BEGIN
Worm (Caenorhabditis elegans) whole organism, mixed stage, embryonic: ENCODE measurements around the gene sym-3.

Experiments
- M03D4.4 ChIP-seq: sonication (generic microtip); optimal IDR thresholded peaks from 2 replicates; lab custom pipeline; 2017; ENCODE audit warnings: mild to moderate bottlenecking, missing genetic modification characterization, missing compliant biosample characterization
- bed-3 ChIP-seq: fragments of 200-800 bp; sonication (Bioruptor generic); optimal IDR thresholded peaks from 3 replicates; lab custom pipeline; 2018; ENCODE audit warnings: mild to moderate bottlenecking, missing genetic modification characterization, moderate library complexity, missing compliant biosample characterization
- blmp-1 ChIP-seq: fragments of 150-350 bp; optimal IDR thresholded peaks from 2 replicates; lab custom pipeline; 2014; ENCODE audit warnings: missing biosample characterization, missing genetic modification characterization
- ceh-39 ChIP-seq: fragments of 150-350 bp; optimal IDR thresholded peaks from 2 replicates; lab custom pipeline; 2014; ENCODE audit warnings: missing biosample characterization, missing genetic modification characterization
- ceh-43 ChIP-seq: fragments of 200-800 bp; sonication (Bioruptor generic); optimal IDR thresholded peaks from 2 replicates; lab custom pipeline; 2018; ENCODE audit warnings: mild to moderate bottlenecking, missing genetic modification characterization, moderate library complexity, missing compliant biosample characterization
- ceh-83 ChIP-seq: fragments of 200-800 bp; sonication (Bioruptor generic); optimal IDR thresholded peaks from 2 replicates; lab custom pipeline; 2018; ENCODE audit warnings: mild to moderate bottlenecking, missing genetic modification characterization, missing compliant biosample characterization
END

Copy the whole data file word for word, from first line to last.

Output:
Worm (Caenorhabditis elegans) whole organism, mixed stage, embryonic: ENCODE measurements around the gene sym-3.

Experiments
- M03D4.4 ChIP-seq: sonication (generic microtip); optimal IDR thresholded peaks from 2 replicates; lab custom pipeline; 2017; ENCODE audit warnings: mild to moderate bottlenecking, missing genetic modification characterization, missing compliant biosample characterization
- bed-3 ChIP-seq: fragments of 200-800 bp; sonication (Bioruptor generic); optimal IDR thresholded peaks from 3 replicates; lab custom pipeline; 2018; ENCODE audit warnings: mild to moderate bottlenecking, missing genetic modification characterization, moderate library complexity, missing compliant biosample characterization
- blmp-1 ChIP-seq: fragments of 150-350 bp; optimal IDR thresholded peaks from 2 replicates; lab custom pipeline; 2014; ENCODE audit warnings: missing biosample characterization, missing genetic modification characterization
- ceh-39 ChIP-seq: fragments of 150-350 bp; optimal IDR thresholded peaks from 2 replicates; lab custom pipeline; 2014; ENCODE audit warnings: missing biosample characterization, missing genetic modification characterization
- ceh-43 ChIP-seq: fragments of 200-800 bp; sonication (Bioruptor generic); optimal IDR thresholded peaks from 2 replicates; lab custom pipeline; 2018; ENCODE audit warnings: mild to moderate bottlenecking, missing genetic modification characterization, moderate library complexity, missing compliant biosample characterization
- ceh-83 ChIP-seq: fragments of 200-800 bp; sonication (Bioruptor generic); optimal IDR thresholded peaks from 2 replicates; lab custom pipeline; 2018; ENCODE audit warnings: mild to moderate bottlenecking, missing genetic modification characterization, missing compliant biosample characterization